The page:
Ghost Bus brings Japanese-style frights to Hawaii

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Customers of the Ghost Bus Hawaii watch a short movie that introduces the narrative before boarding.
Customers of the Ghost Bus Hawaii watch a short movie that introduces the narrative before boarding. Photo Credit: Courtesy of Ghost Bus Hawaii
Tovin Lapan
Tovin Lapan

Surf, sun, sand and ... screams? A new attraction in Hawaii is looking to add a fourth "s" to the traditional trio visitors seek out in the Aloha State. 

Ghost Bus Hawaii, a horror import from Japan, has rolled into Honolulu offering a new activity that promises to send heart rates soaring. 

The Ghost Bus is a concept from Japanese horror creator Michaelty Yamaguchi, who has worked on haunted houses and in the film industry. The bus does not move during the experience, and guests remain seated. The bus is equipped with a variety of audiovisual and sensory effects and deploys a cast of actors to deliver frights and thrills. 

"The Ghost Bus is an exciting experience that has been a favorite for people of all ages in Japan for many years," said Kenji Takahashi, general manager of Travel Plaza Transportation, a subsidiary of the company behind the new attraction, JTB Hawaii. "It has been a tough couple of years, and I think people are ready to travel and have fun. I want people to join us on the Ghost Bus and release their stress. We can see it. People are screaming on the bus, and after they leave the attraction, everybody is smiling."

The Ghost Bus initially launched just prior to Halloween 2021, but then it closed in December as the Covid-19 omicron variant sparked a surge in cases in Hawaii. The attraction was relaunched on March 1, and through April 29 it is parked in front of the Waikiki Beach Marriott Monday through Friday. On Saturdays and Sundays in April, the Ghost Bus will be stationed at the Ka Makana Alii mall in Kapolei. Then, starting on May 2, the bus will be parked at the Waikiki Beach Marriott through Oct. 31.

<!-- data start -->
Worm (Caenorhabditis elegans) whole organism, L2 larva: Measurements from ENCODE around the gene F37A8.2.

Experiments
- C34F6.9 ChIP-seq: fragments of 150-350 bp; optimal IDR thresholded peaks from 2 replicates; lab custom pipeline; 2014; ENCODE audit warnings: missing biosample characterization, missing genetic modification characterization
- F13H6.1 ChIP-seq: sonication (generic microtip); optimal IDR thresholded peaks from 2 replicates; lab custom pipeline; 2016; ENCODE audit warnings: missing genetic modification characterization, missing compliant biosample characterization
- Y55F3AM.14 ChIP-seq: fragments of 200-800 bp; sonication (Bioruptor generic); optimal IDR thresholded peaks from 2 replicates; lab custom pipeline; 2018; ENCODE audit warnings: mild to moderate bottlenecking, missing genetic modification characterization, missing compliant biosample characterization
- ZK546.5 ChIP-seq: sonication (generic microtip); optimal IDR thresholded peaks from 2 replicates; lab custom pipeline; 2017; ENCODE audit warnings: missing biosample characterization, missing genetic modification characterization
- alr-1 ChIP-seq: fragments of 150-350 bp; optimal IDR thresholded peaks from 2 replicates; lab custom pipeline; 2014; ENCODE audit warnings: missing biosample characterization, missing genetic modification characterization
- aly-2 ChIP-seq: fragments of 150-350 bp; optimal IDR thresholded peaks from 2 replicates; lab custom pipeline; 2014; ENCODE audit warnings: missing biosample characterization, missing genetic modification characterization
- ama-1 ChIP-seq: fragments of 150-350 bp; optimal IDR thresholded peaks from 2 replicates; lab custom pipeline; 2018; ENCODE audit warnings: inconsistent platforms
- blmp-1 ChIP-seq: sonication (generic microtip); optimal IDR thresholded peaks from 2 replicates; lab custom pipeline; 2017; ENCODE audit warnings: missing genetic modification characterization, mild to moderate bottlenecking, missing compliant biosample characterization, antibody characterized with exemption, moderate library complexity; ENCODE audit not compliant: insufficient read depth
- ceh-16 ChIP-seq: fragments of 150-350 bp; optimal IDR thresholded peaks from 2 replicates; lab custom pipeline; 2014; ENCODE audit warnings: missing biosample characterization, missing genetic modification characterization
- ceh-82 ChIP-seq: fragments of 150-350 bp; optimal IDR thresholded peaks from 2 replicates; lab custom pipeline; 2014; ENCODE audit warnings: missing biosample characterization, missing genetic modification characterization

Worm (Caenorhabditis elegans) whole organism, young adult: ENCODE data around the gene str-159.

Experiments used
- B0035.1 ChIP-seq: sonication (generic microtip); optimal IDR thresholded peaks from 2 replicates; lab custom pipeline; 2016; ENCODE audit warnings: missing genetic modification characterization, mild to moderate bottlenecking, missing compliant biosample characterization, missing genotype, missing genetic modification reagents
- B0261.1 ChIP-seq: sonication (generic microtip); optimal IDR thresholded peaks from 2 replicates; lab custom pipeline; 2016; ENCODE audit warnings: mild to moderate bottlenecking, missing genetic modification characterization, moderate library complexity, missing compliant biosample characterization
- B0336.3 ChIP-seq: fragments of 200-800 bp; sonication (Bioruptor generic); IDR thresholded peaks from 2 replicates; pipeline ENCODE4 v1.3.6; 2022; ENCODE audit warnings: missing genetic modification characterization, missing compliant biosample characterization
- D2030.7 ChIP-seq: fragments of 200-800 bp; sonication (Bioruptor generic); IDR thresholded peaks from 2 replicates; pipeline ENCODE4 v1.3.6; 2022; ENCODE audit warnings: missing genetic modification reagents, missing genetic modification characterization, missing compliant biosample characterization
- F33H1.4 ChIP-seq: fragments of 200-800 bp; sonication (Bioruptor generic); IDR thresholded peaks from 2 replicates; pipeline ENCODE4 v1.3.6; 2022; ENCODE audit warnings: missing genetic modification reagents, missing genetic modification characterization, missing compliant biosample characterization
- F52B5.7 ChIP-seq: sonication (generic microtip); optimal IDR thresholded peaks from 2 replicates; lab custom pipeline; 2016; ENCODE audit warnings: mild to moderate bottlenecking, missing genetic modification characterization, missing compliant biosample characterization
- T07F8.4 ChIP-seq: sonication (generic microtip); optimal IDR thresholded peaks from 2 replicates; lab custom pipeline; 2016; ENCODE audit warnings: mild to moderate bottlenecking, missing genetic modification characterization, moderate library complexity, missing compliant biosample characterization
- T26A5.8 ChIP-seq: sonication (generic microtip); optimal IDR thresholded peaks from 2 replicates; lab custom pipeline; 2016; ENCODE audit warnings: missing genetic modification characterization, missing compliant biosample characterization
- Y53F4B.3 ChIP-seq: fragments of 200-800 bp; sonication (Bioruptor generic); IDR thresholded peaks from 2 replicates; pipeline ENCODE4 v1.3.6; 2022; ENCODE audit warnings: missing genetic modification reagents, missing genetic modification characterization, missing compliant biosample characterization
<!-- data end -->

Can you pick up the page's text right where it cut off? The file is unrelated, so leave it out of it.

A pivot into haunted attractions

JTB Hawaii primarily serves the Japanese market, which before the pandemic sent more visitors to the Aloha State each year than any other foreign country. When the pandemic shutdowns began in March 2020, JTB's business fell to zero, Takahashi said. 

"We used to handle more than 4,000 customers every day, and then overnight, Japanese tourism completely disappeared," Takahashi said. "So, we started to think about, as a transportation company, what are we going to do? We can market to the western market, the visitors from the mainland, but other companies have been doing that for 40 to 50 years. It's really hard to get into the market." 

With buses available for conversion, the company decided to offer something new to Hawaii that would draw attention and bring in some revenue. Haunted houses are a popular year-round activity in Japan, and Takahashi said they also see the Ghost Bus as another opportunity to share Japanese culture in the United States.

"American horror tends to be more monsters and zombies," Takahashi said. "While Japanese horror is a little bit different ... little girls are seen as scary." 

Along those lines, the Ghost Bus narrative revolves around a young girl who must conquer her fears by confronting them. However, the program has been adapted from the Japanese original to better appeal to a U.S. audience. 

"The experience is in English, and the story has been changed," Takahashi said. "We adapted it to make it more Hollywood-style horror. It's still Japanese horror, but with a hint or twist of Hollywood. This version is more bloody than the Japanese one, and there are more monsters and that type of thing."  

In March, Hawaii ended its statewide indoor mask mandate and its Safe Travels program for screening incoming travelers that required those entering the state to show proof of vaccination or a negative Covid-19 test in order to bypass a self-quarantine period. With restrictions dropping and travel picking up in the islands, Takahashi said, the bus, which can accommodate up to a dozen customers at one time, has been gaining momentum.  

"Right now, we are set to go through Halloween of this year, and then we'll make a decision on the future after we see how things go and how busy we are," Takahashi said.  

Takahashi said the company is feeling hopeful for 2022, especially as international tourism returns. 

"I think we'll start to see a big uptick in Japanese travelers coming to Hawaii in May and June, and then most of our package tours from Japan will be booked for July through the end of the year. We expect to be busy in the second half of the year," he said. "We're finally starting to see the light at the end of the tunnel." 

The Ghost Bus experience lasts 15 minutes and costs $15 ($13 for Hawaii residents), and the minimum age is 8 years old. Children between ages 8 and 13 must be accompanied by an adult.

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